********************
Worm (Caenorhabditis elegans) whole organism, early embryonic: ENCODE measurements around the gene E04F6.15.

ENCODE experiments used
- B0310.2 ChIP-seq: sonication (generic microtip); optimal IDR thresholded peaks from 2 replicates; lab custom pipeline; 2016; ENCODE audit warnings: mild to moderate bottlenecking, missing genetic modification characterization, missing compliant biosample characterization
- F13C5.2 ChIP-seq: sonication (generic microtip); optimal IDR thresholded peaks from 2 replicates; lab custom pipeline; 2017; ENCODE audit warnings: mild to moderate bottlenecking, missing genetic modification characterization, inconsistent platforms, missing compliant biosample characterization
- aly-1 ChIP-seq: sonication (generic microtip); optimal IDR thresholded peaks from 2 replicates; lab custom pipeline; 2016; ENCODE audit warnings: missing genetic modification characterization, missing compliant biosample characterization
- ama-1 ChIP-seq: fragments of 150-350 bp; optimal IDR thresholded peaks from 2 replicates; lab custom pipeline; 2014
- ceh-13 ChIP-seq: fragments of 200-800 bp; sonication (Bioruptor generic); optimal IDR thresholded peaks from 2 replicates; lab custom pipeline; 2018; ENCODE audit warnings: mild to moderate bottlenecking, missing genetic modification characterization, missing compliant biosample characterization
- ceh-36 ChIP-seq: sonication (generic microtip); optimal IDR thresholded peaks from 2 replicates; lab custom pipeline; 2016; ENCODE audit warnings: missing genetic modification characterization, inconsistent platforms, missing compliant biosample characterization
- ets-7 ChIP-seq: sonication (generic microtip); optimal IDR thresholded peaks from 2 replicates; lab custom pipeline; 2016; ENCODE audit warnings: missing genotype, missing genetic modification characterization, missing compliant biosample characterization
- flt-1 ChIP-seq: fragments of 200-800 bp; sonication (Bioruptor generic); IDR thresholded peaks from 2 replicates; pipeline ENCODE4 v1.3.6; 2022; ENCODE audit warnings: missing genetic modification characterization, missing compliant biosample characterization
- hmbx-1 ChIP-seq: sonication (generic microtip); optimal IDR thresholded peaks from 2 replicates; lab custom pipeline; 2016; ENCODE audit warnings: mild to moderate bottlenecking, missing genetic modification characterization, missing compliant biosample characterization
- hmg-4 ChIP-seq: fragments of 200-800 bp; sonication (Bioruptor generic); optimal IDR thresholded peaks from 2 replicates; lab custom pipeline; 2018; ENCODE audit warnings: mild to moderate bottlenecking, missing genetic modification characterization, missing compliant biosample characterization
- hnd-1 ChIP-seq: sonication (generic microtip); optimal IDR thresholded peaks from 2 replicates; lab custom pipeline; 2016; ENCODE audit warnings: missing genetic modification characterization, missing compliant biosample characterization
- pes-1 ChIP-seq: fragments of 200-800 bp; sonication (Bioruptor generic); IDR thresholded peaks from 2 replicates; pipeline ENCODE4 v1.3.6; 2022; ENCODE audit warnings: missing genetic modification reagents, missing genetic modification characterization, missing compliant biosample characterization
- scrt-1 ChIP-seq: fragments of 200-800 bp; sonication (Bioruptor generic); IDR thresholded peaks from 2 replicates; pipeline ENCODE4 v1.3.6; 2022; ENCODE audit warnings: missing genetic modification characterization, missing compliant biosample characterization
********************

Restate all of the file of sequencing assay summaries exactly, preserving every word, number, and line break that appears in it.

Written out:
Worm (Caenorhabditis elegans) whole organism, early embryonic: ENCODE measurements around the gene E04F6.15.

ENCODE experiments used
- B0310.2 ChIP-seq: sonication (generic microtip); optimal IDR thresholded peaks from 2 replicates; lab custom pipeline; 2016; ENCODE audit warnings: mild to moderate bottlenecking, missing genetic modification characterization, missing compliant biosample characterization
- F13C5.2 ChIP-seq: sonication (generic microtip); optimal IDR thresholded peaks from 2 replicates; lab custom pipeline; 2017; ENCODE audit warnings: mild to moderate bottlenecking, missing genetic modification characterization, inconsistent platforms, missing compliant biosample characterization
- aly-1 ChIP-seq: sonication (generic microtip); optimal IDR thresholded peaks from 2 replicates; lab custom pipeline; 2016; ENCODE audit warnings: missing genetic modification characterization, missing compliant biosample characterization
- ama-1 ChIP-seq: fragments of 150-350 bp; optimal IDR thresholded peaks from 2 replicates; lab custom pipeline; 2014
- ceh-13 ChIP-seq: fragments of 200-800 bp; sonication (Bioruptor generic); optimal IDR thresholded peaks from 2 replicates; lab custom pipeline; 2018; ENCODE audit warnings: mild to moderate bottlenecking, missing genetic modification characterization, missing compliant biosample characterization
- ceh-36 ChIP-seq: sonication (generic microtip); optimal IDR thresholded peaks from 2 replicates; lab custom pipeline; 2016; ENCODE audit warnings: missing genetic modification characterization, inconsistent platforms, missing compliant biosample characterization
- ets-7 ChIP-seq: sonication (generic microtip); optimal IDR thresholded peaks from 2 replicates; lab custom pipeline; 2016; ENCODE audit warnings: missing genotype, missing genetic modification characterization, missing compliant biosample characterization
- flt-1 ChIP-seq: fragments of 200-800 bp; sonication (Bioruptor generic); IDR thresholded peaks from 2 replicates; pipeline ENCODE4 v1.3.6; 2022; ENCODE audit warnings: missing genetic modification characterization, missing compliant biosample characterization
- hmbx-1 ChIP-seq: sonication (generic microtip); optimal IDR thresholded peaks from 2 replicates; lab custom pipeline; 2016; ENCODE audit warnings: mild to moderate bottlenecking, missing genetic modification characterization, missing compliant biosample characterization
- hmg-4 ChIP-seq: fragments of 200-800 bp; sonication (Bioruptor generic); optimal IDR thresholded peaks from 2 replicates; lab custom pipeline; 2018; ENCODE audit warnings: mild to moderate bottlenecking, missing genetic modification characterization, missing compliant biosample characterization
- hnd-1 ChIP-seq: sonication (generic microtip); optimal IDR thresholded peaks from 2 replicates; lab custom pipeline; 2016; ENCODE audit warnings: missing genetic modification characterization, missing compliant biosample characterization
- pes-1 ChIP-seq: fragments of 200-800 bp; sonication (Bioruptor generic); IDR thresholded peaks from 2 replicates; pipeline ENCODE4 v1.3.6; 2022; ENCODE audit warnings: missing genetic modification reagents, missing genetic modification characterization, missing compliant biosample characterization
- scrt-1 ChIP-seq: fragments of 200-800 bp; sonication (Bioruptor generic); IDR thresholded peaks from 2 replicates; pipeline ENCODE4 v1.3.6; 2022; ENCODE audit warnings: missing genetic modification characterization, missing compliant biosample characterization